Omey Island

From Wikipedia, the free encyclopedia
Jump to: navigation, search
Omey Island
Native name: Iomaidh
Omey Island is located in island of Ireland
Omey Island
Location Atlantic Ocean
Coordinates 53°32′07″N 10°09′27″W / 53.53528°N 10.15750°W / 53.53528; -10.15750Coordinates: 53°32′07″N 10°09′27″W / 53.53528°N 10.15750°W / 53.53528; -10.15750
Province Connacht
County Galway
Population 1 (as of 2011)
Additional information
tidal island

Omey Island (Irish: Iomaidh) is a tidal island situated near Claddaghduff on the western edge of Connemara in County Galway, Ireland. From the mainland the island is inconspicuous and almost hidden. It is possible to drive or walk across a large sandy strand to the island by following the arrowed signs. At high tide, the water is deep enough to cover a car.


Monastic heritage[edit]

Fahy Lake, Omey Island

In the early-to-mid-1990s a team of archaeologists from University College Dublin began work to study the monastic heritage of the island, long known for being the site of a monastery and settlement reportedly founded by the prodigious St Feichin. In fact, its name derives from the Irish Iomaidh Feichín meaning Feichín's bed or seat.

The excavation gave new insights into the life of early Christianity in Ireland and included one of the few known burials of a woman within a monastic burial ground. The site is believed to date from the early 6th century.

The island of Omey remains a place of devotion to Saint Feichín to this day, with a Holy Well situated by the western edge and several other key landmarks of piety. This includes a later medieval parish church - with the majority of its vast stones still very much in place (having been buried in centuries of sand until the parish priest took matters into his own hands and, with the help of locals, dug up the area surrounding it).

St Feichín is reported to have established many such communities across the west of Ireland and is considered one of the most important of the early founders of the rich tradition of Irish Christianity.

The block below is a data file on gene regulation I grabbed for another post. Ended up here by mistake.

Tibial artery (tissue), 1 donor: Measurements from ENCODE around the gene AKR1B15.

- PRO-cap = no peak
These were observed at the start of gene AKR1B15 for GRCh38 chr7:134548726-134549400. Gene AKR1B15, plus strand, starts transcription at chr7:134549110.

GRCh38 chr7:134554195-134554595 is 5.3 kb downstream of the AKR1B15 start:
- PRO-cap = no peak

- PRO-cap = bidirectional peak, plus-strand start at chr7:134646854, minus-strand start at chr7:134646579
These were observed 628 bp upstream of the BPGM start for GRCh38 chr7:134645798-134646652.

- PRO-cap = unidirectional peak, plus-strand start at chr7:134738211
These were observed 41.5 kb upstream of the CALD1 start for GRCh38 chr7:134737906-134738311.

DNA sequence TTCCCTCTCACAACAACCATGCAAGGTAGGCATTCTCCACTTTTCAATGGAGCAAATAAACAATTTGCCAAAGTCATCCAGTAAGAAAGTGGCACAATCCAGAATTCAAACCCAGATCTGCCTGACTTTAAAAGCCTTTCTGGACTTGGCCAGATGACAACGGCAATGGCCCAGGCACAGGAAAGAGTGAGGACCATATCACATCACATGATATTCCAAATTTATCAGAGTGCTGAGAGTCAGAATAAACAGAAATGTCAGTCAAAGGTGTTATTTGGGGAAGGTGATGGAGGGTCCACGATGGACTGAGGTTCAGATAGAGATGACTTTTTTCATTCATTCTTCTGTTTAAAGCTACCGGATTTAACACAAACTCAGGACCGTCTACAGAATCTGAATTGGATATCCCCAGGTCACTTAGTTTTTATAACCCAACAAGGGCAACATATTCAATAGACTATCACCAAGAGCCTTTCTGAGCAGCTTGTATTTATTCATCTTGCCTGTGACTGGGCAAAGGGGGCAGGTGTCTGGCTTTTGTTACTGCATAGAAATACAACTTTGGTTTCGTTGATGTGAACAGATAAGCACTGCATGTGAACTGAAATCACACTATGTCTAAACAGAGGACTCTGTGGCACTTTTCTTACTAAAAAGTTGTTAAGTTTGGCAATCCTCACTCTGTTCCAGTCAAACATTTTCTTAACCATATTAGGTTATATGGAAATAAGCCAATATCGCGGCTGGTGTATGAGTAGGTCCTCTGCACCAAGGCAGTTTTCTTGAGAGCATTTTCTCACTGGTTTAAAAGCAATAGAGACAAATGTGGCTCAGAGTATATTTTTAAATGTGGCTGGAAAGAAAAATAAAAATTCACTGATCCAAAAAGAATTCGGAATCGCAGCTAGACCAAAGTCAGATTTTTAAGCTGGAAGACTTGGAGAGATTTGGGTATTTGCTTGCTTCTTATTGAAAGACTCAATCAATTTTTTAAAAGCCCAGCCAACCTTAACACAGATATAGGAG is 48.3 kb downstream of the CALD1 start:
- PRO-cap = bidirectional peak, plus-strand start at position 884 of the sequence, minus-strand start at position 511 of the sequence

Late Medieval and Modern times[edit]

The O'Tooles of Leinster settled here in the early 1500s, under the protection of the O'Flahertys. During the Cromwellian settlements the Browns and D'Arcys took over. In the early 1800s two townlands on Omey belonged to the Martins of Ballynahinch and one to the D'Arcys of Clifden.[1]

John MacNeice, a Church of Ireland bishop famous for his opposition to the Ulster Covenant[2] was born and raised on Omey.

Places of interest[edit]

In several places shell middens can be found on the island. Some of those have been carbon-dated to AD 1000–1500.[1] The ruin of Teampaill Feichin, the medieval parish church, excavated from the sand in 1981, stands on the site of the abbey said to have been founded by Saint Feichín. Nearby is a Holy Well with a small shrine around it.[1]

Inhabitants and visitors[edit]

Omey Races 2008

The population of the island has diminished drastically from its maximum when hundreds of people lived there in the early 19th century.[3] The National School (opened in 1883) closed in 1973. In 1988 there were just three households left. [1] In fact, for over ten years the only full-time inhabitant was the former stuntman and wrestler Pascal Whelan.[citation needed] The Irish poet Richard Murphy lived for some time on Omey Island, where he built an octagonal retreat that still exists.[1] In 2003, the Irish Artist Sean Corcoran witnessed a strange creature in the lake that he describes as being similar to a Dobhar-chu (Master Otter).[4][5] There is a graveyard on the island that is still in use today (Ula Bhreandain).[6]

The beach is the site of the annual Omey Races, reestablished in 2001. This horse racing event is held in late summer (July/August).[7]


The table below reports data on Omey Island's population taken from Discover the Islands of Ireland (Alex Ritsema, Collins Press, 1999) and the Census of Ireland.

Historical population
Year Pop. ±%
1841 397 —    
1851 205 −48.4%
1901 115 −43.9%
1951 66 −42.6%
Year Pop. ±%
1996 4 −93.9%
2002 4 +0.0%
2006 2 −50.0%
2011 1 −50.0%
Source: John Chambers. "Islands - Change in Population 1841 - 2011". Retrieved February 28, 2015. 

See also[edit]


  1. ^ a b c d e Robinson, Tim (2005). Connemara, Part 1: Introduction and Gazetteer. Folding Landscapes, Roundstone, Ireland. pp. 53–54. ISBN 0-9504002-5-4. 
  2. ^ Hayes, Maurice (15 April 2012). "Well-written study of brave and decent bishop MacNeice". Irish Independent. Retrieved 2013-01-29. 
  3. ^ Irish Islands Website Created by John Chambers, Saint Cronans School, Bray.
  4. ^ Supposedly Mythical Creature Written by Dr Karl Shuker
  5. ^ Irish Times Article Written by Lorna Siggins, October 12, 2009
  6. ^ Phelan, Paul (2011). Connemara and Mayo, Mountain, Coastal and Island Walks. The Collins Press. pp. 8–10. ISBN 9781848891029. 
  7. ^ Omey Races website

External links[edit]